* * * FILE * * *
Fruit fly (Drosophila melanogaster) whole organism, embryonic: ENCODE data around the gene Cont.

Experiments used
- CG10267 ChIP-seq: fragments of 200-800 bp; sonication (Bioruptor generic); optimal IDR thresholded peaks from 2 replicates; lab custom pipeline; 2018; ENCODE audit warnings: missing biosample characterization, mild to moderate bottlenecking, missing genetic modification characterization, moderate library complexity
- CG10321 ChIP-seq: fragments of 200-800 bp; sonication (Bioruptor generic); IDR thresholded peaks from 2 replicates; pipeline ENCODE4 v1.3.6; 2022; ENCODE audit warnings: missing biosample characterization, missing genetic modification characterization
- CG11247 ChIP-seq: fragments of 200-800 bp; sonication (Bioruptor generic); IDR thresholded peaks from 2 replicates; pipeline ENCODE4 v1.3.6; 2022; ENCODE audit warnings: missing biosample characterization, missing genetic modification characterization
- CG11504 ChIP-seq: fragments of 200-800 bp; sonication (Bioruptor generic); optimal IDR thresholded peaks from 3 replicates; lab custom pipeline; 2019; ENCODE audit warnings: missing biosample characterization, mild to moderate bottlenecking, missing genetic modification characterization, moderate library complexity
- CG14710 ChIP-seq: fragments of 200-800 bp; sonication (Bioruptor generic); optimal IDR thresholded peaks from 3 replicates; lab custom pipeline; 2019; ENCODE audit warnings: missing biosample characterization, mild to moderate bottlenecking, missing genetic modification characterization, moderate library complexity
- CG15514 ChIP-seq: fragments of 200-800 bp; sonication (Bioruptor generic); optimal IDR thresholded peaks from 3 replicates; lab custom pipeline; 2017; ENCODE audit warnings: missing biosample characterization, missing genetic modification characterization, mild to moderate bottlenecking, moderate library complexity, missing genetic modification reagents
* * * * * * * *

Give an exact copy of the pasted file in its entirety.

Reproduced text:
Fruit fly (Drosophila melanogaster) whole organism, embryonic: ENCODE data around the gene Cont.

Experiments used
- CG10267 ChIP-seq: fragments of 200-800 bp; sonication (Bioruptor generic); optimal IDR thresholded peaks from 2 replicates; lab custom pipeline; 2018; ENCODE audit warnings: missing biosample characterization, mild to moderate bottlenecking, missing genetic modification characterization, moderate library complexity
- CG10321 ChIP-seq: fragments of 200-800 bp; sonication (Bioruptor generic); IDR thresholded peaks from 2 replicates; pipeline ENCODE4 v1.3.6; 2022; ENCODE audit warnings: missing biosample characterization, missing genetic modification characterization
- CG11247 ChIP-seq: fragments of 200-800 bp; sonication (Bioruptor generic); IDR thresholded peaks from 2 replicates; pipeline ENCODE4 v1.3.6; 2022; ENCODE audit warnings: missing biosample characterization, missing genetic modification characterization
- CG11504 ChIP-seq: fragments of 200-800 bp; sonication (Bioruptor generic); optimal IDR thresholded peaks from 3 replicates; lab custom pipeline; 2019; ENCODE audit warnings: missing biosample characterization, mild to moderate bottlenecking, missing genetic modification characterization, moderate library complexity
- CG14710 ChIP-seq: fragments of 200-800 bp; sonication (Bioruptor generic); optimal IDR thresholded peaks from 3 replicates; lab custom pipeline; 2019; ENCODE audit warnings: missing biosample characterization, mild to moderate bottlenecking, missing genetic modification characterization, moderate library complexity
- CG15514 ChIP-seq: fragments of 200-800 bp; sonication (Bioruptor generic); optimal IDR thresholded peaks from 3 replicates; lab custom pipeline; 2017; ENCODE audit warnings: missing biosample characterization, missing genetic modification characterization, mild to moderate bottlenecking, moderate library complexity, missing genetic modification reagents